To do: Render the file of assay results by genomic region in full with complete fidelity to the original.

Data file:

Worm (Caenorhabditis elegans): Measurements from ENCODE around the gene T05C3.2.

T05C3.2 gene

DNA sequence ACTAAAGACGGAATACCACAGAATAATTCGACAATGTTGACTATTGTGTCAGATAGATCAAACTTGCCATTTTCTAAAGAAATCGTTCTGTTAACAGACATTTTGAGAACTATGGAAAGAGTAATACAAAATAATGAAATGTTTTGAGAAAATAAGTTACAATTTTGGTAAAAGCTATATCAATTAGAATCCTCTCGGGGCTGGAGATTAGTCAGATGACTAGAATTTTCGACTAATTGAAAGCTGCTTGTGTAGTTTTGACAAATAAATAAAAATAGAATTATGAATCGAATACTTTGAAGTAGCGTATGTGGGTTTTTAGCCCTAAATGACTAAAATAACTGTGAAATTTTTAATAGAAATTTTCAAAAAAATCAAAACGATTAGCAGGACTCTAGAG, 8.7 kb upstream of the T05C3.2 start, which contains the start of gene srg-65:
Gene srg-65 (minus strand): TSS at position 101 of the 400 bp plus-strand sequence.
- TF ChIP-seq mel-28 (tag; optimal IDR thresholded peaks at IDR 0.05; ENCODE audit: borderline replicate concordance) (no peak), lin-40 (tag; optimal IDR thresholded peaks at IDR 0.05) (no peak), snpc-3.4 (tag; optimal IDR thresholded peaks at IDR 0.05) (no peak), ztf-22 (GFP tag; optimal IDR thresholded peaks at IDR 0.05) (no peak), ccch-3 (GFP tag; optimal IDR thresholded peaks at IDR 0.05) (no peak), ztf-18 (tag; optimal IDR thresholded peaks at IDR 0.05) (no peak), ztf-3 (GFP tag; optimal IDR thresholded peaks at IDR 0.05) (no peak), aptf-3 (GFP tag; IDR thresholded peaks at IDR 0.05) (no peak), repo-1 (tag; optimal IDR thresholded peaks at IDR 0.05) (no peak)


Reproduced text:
Worm (Caenorhabditis elegans): Measurements from ENCODE around the gene T05C3.2.

T05C3.2 gene

DNA sequence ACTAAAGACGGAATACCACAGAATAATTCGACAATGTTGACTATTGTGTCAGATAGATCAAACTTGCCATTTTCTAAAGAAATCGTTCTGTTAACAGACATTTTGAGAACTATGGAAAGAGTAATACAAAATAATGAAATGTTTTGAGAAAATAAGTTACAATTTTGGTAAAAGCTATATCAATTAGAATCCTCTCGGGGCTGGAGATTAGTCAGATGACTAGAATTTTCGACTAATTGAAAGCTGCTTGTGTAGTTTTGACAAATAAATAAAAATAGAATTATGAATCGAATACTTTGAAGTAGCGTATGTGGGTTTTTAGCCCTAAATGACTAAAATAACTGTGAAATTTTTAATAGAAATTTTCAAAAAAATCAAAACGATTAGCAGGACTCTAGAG, 8.7 kb upstream of the T05C3.2 start, which contains the start of gene srg-65:
Gene srg-65 (minus strand): TSS at position 101 of the 400 bp plus-strand sequence.
- TF ChIP-seq mel-28 (tag; optimal IDR thresholded peaks at IDR 0.05; ENCODE audit: borderline replicate concordance) (no peak), lin-40 (tag; optimal IDR thresholded peaks at IDR 0.05) (no peak), snpc-3.4 (tag; optimal IDR thresholded peaks at IDR 0.05) (no peak), ztf-22 (GFP tag; optimal IDR thresholded peaks at IDR 0.05) (no peak), ccch-3 (GFP tag; optimal IDR thresholded peaks at IDR 0.05) (no peak), ztf-18 (tag; optimal IDR thresholded peaks at IDR 0.05) (no peak), ztf-3 (GFP tag; optimal IDR thresholded peaks at IDR 0.05) (no peak), aptf-3 (GFP tag; IDR thresholded peaks at IDR 0.05) (no peak), repo-1 (tag; optimal IDR thresholded peaks at IDR 0.05) (no peak)